Avoiding Personal Liability as a Business Owner
Choosing the proper form for your business can make an important difference in protecting your personal assets.
Although there are many reasons a prospective owner should consider in
choosing the legal form of his or her business, among the most important
is limiting the owner’s personal liability for actions of the business.
In two common situations business owners are, by default, personally
liable: when an individual operates a business as a sole
proprietor, or when two or more individuals operate a business as a
general partnership. In either case, the owners have unlimited
personal liability for the obligations and wrongful acts of the
This exposure can be quite hazardous to the owners’
personal fortunes. For example, if an employee of a sole proprietor
injures another person while performing his or her employment duties,
the owner is liable for that injury. As another example, if one
general partner incurs a large debt on behalf of the partnership, all
partners are liable for repayment. For reasons such as
these, most business owners form a business entity to limit their
The most popular limited liability business entities
are corporations and limited liability companies. For both of
these entities, absent extraordinary circumstances, the owners are not
personally liable for the acts or debts of the business.
In addition to protecting the owners, both
corporations and limited liability companies also provide additional
protection for those who manage the business.
In the case of corporations, this means the directors
and the officers regardless of whether they are also owning
shareholders. When a director or officer is sued because of his or
her status as a director or officer, the corporation must indemnify him
or her for the acts he or she took on behalf of the company so long as
she was acting in good faith and in the best interest of the business.
In other words, the corporation must pay for expenses and losses
incurred in defending the lawsuit.
In the case of limited liability companies, those
responsible for management are called managers, who are frequently, but
not necessarily, also the owners. When a member or manager is sued
because of his status as a member or manager, the limited liability
company must indemnify him or her in a manner substantially the same as
As with all things legal, there are of course some
exceptions to the limited liability shield of business entities:
• An owner’s personal investment of capital into the
business is at-risk with no guarantee of its return. If that
investment is necessary to settle a lawsuit claim or pay a debt, the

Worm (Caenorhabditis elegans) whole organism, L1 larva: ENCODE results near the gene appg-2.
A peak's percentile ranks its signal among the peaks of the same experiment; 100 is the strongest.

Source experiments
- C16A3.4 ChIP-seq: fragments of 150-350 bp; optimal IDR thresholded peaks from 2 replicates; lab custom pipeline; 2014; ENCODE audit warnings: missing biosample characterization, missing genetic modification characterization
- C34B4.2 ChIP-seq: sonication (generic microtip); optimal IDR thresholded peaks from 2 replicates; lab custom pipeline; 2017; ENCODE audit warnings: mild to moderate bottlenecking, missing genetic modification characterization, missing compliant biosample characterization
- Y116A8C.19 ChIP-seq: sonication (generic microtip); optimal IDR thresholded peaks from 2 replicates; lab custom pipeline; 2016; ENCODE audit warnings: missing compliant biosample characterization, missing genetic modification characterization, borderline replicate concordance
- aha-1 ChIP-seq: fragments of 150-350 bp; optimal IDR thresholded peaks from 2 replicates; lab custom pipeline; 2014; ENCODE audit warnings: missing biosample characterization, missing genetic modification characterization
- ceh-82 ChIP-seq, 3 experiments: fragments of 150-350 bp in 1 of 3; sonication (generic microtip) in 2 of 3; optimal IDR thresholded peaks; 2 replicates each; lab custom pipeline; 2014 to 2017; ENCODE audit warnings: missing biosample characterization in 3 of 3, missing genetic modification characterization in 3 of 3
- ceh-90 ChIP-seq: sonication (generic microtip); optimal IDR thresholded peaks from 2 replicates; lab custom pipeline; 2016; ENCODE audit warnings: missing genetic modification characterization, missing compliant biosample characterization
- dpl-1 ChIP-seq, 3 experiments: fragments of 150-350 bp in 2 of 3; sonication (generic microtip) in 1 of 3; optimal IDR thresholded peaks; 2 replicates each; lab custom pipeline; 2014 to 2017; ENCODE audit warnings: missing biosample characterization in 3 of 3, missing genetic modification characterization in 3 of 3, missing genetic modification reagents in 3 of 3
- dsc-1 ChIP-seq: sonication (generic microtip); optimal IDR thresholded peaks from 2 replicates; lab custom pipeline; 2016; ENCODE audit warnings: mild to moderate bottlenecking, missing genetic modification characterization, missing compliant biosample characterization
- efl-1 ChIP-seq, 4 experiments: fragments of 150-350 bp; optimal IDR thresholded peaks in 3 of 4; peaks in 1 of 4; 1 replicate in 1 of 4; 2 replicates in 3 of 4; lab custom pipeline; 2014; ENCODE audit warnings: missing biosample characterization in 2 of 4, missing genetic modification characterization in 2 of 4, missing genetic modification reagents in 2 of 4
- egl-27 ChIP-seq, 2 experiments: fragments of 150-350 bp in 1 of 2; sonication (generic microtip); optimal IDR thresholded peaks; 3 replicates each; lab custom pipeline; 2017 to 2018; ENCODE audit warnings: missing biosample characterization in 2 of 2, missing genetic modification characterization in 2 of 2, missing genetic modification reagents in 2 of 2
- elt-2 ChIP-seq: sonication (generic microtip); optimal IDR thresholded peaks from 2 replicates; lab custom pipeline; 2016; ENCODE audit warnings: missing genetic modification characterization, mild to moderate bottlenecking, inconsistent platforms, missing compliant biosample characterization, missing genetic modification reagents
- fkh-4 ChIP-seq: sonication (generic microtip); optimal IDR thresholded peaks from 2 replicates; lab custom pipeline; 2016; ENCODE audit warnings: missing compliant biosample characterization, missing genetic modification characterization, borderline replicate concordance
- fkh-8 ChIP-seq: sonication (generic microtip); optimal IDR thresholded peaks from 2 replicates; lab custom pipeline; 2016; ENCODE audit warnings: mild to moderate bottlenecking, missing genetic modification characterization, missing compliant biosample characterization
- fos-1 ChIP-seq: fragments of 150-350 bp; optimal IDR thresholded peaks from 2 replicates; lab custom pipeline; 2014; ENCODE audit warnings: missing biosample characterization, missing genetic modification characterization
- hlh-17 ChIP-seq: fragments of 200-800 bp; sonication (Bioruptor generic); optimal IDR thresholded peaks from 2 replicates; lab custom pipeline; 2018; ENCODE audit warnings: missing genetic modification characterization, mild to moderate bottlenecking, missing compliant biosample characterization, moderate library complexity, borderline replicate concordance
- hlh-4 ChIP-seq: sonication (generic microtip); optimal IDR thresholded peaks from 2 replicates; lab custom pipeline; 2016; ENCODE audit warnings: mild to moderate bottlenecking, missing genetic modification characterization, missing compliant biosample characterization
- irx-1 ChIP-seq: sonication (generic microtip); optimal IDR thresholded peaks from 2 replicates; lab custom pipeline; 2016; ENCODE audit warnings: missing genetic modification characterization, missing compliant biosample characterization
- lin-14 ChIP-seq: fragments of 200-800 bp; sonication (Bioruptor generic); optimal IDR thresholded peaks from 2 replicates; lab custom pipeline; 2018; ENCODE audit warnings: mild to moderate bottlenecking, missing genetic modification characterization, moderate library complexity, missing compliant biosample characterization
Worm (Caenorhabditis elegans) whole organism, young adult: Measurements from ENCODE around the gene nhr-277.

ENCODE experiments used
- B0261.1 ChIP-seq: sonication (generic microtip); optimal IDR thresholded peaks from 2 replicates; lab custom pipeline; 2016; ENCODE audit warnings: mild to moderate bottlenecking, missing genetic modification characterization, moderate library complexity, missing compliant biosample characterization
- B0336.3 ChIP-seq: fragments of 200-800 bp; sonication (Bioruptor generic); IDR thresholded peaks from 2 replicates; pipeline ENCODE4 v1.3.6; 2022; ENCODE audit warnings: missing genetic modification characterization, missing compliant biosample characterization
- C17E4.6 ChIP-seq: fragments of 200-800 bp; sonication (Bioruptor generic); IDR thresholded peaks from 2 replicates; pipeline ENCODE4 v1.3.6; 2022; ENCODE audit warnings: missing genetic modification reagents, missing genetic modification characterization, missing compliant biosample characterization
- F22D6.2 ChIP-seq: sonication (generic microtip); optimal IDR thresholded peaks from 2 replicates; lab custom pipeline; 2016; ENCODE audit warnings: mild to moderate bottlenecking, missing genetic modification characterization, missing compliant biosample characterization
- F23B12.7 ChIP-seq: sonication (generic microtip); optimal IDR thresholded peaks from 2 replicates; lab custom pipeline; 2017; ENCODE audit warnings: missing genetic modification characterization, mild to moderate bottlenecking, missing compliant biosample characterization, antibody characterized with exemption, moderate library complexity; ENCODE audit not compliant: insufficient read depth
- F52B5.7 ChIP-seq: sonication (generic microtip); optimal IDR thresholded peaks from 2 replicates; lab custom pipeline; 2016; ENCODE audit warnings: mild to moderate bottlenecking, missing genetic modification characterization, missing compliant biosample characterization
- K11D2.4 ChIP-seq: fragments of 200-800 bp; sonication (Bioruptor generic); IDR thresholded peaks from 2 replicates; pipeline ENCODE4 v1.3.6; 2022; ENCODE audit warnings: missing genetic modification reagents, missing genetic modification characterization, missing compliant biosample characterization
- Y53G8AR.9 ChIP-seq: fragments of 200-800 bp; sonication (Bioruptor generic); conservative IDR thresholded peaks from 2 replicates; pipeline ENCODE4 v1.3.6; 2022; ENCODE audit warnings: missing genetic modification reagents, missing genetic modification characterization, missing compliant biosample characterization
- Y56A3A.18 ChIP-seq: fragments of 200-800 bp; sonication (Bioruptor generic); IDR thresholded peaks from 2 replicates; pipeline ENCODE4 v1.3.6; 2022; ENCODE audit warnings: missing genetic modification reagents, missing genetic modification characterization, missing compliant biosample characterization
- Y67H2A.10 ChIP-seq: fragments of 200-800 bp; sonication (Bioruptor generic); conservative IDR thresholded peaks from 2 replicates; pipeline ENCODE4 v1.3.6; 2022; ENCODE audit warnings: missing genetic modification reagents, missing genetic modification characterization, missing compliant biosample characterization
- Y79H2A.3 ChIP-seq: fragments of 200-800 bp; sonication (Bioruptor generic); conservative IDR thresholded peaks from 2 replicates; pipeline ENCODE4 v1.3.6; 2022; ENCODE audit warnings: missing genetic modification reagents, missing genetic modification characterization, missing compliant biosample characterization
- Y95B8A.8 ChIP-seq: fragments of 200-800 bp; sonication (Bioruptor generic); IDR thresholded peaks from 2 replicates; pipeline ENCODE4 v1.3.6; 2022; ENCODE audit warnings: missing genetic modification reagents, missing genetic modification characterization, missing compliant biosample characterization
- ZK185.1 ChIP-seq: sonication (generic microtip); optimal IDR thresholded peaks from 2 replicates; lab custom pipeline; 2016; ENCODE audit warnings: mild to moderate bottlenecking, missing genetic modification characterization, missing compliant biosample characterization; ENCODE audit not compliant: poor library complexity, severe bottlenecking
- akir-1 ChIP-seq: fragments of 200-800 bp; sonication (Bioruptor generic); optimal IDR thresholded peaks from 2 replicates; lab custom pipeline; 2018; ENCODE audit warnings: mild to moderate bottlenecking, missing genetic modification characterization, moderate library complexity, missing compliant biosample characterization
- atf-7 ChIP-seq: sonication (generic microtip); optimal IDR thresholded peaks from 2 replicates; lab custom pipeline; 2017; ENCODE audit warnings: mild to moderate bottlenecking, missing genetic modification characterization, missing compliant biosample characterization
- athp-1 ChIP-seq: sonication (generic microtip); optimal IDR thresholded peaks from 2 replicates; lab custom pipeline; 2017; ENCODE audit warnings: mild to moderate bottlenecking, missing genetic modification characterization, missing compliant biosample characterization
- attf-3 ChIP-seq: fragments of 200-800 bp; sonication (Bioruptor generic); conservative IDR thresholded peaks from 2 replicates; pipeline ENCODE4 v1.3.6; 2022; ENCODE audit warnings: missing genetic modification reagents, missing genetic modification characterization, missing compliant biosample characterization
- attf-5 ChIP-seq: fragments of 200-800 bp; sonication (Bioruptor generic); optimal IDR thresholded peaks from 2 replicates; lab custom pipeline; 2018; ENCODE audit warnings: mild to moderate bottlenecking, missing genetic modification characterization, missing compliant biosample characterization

owner cannot get it back. However, the owner is not required to
invest more to cover a claim. With limits, owners may reduce their
at-risk capital by loaning money to their own business instead of
investing it directly.
• If business owners do not run the business properly,
a court may order a “piercing of the veil” such that the owners are
personally liable for claims against the business. Factors that
may lead to “piercing the veil” are failure to follow the record-keeping
and report-filing requirements of the business and, especially,
commingling business and personal assets and debts.
• If the business provides a professional service,
such as law, medicine, or accounting, there is no liability shield for
the professional malpractice of the licensed business owner.
• If a creditor requires an owner to sign a personal
guaranty for a business debt, as lenders almost always do, the owner is
personally liable for repayment of that debt.
These exceptions notwithstanding, with some careful
planning and management, owners can rest a bit easier on the risks they
face as owners by significantly reducing their personal liability
exposure simply by operating as a corporation or limited liability
company. Owners should continue to use other risk reduction techniques
such as maintaining all desirable insurance coverages.
Finally, business owners need to consider many other
factors when choosing a business entity besides the limitation of
liability discussed in this article. Among those factors are tax
treatment of the entity, management structure, restrictions on transfer
of ownership interests, capital structure, formation costs, requirements
for record-keeping and administrative formalities, and many
others. For these reasons, owners should consult their legal,
accounting, and financial advisors when forming or re-forming their
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